Emily Beran, Library Assistant for Public Services

Where are you from?

I’m from Claflin, this little town in central Kansas.

What does your job at Spencer entail?

I’m primarily responsible for running reception and assisting with the day-to-day running of things at the Spencer (helping with schedule, office inventory, working with students, etc.). I’m also learning more about the collection right now so that soon I can page materials for patrons and help with research questions.

How did you come to work at Spencer Research Library?

I actually worked for KU Libraries for three years as an undergrad (Watson Cataloging Department). When I saw there was an opening at the Spencer for a library assistant, I knew I had to apply! Not only did the position bring me back to KU but it also gave me the opportunity to work in an environment that really prizes research and accessibility to the amazing resources available here.

What is one of the most interesting items you’ve come across in Spencer’s collections?

Narrowing this down is so hard! Right now I’m really excited about the facsimiles of The St Alban’s Psalter and The Relics of St Cuthbert that I stumbled upon just the other day! Those are at the top of my list of items to check out!

What part of your job do you like best?

Learning more about the collection! I can’t wait to explore more!

What are your favorite pastimes outside of work?

I love to read – something I can do for fun again now that I’m done with my master’s. I also watch a ridiculous amount of Netlfix. Oh and I’m working on learning French!

What piece of advice would you offer a researcher walking into Spencer Research Library for the first time?

Never be afraid to ask questions! It’s the best way to learn!

Emily Beran
Library Assistant
Public Services

 

Meet the KSRL Staff: Letha Johnson

July 11th, 2016

This is the eighth installment in what will be a recurring series of posts introducing readers to the staff of the Kenneth Spencer Research Library. Letha Johnson is the Assistant Archivist for Spencer Research Library’s University Archives.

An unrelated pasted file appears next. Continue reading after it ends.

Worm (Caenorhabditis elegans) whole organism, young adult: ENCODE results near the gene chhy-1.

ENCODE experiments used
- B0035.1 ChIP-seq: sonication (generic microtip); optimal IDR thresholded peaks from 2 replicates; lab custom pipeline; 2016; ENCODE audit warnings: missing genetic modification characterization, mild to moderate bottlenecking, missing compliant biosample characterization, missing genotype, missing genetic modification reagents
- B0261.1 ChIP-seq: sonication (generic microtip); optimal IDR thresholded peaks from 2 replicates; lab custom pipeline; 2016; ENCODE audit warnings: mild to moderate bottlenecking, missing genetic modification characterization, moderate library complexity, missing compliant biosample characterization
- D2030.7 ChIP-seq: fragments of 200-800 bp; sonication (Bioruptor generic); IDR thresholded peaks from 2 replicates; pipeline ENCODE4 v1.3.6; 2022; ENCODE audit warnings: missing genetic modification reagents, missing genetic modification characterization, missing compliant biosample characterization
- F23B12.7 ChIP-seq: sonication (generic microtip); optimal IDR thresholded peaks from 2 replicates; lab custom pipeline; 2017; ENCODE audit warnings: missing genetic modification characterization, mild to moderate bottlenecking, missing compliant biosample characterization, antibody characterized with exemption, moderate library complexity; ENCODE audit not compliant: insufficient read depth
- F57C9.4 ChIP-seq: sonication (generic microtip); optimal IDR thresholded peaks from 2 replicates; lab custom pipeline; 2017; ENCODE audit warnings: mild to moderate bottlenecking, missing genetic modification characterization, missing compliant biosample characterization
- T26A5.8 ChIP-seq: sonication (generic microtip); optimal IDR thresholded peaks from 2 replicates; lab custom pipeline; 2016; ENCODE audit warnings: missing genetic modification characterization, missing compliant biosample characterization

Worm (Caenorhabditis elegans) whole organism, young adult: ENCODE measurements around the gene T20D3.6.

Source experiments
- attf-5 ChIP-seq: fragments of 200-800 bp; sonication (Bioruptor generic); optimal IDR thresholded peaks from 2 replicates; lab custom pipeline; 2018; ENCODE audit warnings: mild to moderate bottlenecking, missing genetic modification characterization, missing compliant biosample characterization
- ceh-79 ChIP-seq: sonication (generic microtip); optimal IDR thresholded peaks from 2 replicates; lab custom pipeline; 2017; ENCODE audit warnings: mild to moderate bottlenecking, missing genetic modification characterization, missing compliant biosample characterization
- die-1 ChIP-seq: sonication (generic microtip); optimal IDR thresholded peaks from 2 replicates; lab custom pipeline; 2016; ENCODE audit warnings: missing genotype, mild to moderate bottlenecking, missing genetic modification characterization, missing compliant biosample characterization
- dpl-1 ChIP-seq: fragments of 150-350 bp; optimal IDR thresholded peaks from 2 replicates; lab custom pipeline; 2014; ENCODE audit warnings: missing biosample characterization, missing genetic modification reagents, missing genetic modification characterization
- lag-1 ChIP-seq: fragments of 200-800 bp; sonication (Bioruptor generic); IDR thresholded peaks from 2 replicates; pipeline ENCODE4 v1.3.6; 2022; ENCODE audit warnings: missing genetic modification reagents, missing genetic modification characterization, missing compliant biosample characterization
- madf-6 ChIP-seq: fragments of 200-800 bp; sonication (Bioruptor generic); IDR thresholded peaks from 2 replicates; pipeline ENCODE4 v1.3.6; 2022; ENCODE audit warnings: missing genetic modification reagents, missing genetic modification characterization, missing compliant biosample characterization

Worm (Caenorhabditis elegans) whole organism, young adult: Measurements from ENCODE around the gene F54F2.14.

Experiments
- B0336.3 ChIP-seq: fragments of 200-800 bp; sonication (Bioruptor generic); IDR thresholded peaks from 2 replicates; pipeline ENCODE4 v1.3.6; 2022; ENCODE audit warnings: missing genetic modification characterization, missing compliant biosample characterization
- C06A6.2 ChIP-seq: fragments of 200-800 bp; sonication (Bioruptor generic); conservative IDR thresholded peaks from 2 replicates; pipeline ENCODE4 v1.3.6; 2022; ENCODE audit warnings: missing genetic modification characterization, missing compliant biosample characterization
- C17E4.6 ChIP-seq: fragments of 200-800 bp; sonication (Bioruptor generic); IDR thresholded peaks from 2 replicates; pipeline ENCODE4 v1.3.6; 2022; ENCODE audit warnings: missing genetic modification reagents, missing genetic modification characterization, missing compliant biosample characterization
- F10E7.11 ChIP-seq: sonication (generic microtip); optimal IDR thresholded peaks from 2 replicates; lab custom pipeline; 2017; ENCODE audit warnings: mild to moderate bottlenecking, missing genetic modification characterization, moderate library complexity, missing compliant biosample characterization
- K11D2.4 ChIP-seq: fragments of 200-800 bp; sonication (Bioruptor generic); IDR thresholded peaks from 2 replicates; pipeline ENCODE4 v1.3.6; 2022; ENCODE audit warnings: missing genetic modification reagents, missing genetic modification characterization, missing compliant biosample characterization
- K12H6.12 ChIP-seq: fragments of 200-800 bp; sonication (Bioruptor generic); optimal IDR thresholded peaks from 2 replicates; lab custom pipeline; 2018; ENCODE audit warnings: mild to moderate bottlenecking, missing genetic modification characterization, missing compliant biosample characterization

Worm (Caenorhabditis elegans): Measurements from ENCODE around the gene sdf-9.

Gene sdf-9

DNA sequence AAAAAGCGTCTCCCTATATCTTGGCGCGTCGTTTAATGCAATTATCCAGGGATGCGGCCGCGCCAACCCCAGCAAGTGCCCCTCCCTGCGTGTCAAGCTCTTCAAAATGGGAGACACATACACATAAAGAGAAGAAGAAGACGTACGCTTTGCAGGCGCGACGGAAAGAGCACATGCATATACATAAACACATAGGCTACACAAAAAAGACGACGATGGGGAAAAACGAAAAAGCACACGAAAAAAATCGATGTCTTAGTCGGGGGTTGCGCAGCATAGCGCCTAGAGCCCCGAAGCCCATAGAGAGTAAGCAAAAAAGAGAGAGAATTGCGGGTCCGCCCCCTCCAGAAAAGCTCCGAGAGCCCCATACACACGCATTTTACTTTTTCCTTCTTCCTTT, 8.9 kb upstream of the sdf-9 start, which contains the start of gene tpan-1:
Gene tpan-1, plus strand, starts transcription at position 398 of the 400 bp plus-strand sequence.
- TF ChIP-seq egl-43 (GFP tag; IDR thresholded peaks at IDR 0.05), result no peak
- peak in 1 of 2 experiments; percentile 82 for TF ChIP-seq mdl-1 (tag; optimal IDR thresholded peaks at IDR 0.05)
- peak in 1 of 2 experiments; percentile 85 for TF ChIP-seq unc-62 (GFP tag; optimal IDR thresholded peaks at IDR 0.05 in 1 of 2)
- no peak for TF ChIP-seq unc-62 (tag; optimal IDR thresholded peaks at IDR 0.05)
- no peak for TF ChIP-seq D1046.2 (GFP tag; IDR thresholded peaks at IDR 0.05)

Letha Johnson, Assistant Archivist for the University Archives

Letha Johnson in front of Jayhawker Yearbooks which are part of the University Archives
reference collection found in the Marilyn Stokstad Reading Room at Spencer Research Library.

Where are you from?

Salina, KS.

What does your job at Spencer entail?

I am responsible for overseeing the appraisal, processing, management, and accessibility of records in the University archives regardless of physical format.  I work towards expanding the archives responsibility of the University’s electronic records and provide records management, reference, and outreach services across campus and beyond. I also ensure space is allocated for proper storage and order of collections in all formats and that knowledge of locations is maintained. By utilizing recognized standards and methodologies in managing digital collections and electronic records and media, I work towards expanding the availability of digital collections on the library website.

How did you come to work in archives? 

I wanted to do something in the history field besides teaching in secondary education.

What is one of the most interesting items you’ve come across in Spencer’s collections?

KU’s first account ledger from 1864 to 1867.  It has the names of prominent figures in KU, Lawrence, and Kansas history.

What part of your job do you like best?

There’s a great deal of variety in my job, so it’s always interesting. I learn something new almost every day.

What are your favorite pastimes outside of work?

Reading and hanging out with my family and friends.

What piece of advice would you offer a researcher walking into Spencer Research Library for the first time?

Don’t be afraid to ask for help or to ask questions in general.  The staff is here to help.

Letha Johnson
Assistant Archivist
University Archives